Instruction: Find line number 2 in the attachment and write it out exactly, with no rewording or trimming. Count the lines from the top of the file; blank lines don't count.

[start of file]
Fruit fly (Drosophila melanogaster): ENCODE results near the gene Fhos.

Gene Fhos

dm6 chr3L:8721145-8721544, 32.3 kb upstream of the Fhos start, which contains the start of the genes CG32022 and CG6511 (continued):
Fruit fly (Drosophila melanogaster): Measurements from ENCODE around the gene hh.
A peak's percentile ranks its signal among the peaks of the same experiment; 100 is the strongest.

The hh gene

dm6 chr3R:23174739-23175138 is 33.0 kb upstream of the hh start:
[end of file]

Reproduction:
Gene Fhos